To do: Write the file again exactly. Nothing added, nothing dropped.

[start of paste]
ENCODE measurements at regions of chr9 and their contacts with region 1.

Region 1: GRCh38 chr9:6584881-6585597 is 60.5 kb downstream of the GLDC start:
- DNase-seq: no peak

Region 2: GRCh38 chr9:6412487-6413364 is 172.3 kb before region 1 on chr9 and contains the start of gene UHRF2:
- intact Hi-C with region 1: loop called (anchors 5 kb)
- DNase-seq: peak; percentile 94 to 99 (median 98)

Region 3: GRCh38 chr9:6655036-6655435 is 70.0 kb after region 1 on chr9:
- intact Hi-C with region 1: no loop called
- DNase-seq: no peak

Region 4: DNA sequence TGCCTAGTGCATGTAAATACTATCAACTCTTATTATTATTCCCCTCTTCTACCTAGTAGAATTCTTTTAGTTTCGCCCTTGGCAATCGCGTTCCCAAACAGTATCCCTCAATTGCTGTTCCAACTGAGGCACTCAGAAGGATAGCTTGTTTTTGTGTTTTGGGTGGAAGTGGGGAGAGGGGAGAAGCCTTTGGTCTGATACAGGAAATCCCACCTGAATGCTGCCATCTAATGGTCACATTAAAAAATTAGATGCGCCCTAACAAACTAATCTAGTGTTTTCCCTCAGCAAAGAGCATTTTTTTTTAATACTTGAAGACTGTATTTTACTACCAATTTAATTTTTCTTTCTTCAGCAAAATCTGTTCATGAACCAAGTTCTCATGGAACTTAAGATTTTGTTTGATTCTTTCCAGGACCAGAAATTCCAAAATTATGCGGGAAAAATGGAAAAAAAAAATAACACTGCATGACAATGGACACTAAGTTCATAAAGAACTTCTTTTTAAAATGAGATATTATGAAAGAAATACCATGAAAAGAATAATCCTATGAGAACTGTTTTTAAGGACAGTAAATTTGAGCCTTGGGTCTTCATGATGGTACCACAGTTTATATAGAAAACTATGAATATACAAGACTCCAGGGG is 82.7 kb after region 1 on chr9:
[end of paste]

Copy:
ENCODE measurements at regions of chr9 and their contacts with region 1.

Region 1: GRCh38 chr9:6584881-6585597 is 60.5 kb downstream of the GLDC start:
- DNase-seq: no peak

Region 2: GRCh38 chr9:6412487-6413364 is 172.3 kb before region 1 on chr9 and contains the start of gene UHRF2:
- intact Hi-C with region 1: loop called (anchors 5 kb)
- DNase-seq: peak; percentile 94 to 99 (median 98)

Region 3: GRCh38 chr9:6655036-6655435 is 70.0 kb after region 1 on chr9:
- intact Hi-C with region 1: no loop called
- DNase-seq: no peak

Region 4: DNA sequence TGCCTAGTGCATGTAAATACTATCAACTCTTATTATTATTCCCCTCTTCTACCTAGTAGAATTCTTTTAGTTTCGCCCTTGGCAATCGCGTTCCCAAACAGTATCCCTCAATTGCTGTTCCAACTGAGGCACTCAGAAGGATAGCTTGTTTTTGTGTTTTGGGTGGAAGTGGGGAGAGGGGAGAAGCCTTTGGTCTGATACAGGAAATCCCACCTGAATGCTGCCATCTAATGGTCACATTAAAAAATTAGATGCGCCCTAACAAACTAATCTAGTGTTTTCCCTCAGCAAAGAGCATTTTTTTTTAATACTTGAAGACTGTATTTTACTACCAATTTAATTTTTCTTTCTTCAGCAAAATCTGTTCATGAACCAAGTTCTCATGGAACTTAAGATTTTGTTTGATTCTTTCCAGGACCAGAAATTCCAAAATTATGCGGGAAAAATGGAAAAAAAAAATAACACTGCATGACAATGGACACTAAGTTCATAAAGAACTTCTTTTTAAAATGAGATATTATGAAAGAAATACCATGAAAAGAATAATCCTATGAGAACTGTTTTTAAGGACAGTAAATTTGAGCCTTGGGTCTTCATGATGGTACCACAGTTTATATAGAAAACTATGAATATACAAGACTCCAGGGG is 82.7 kb after region 1 on chr9: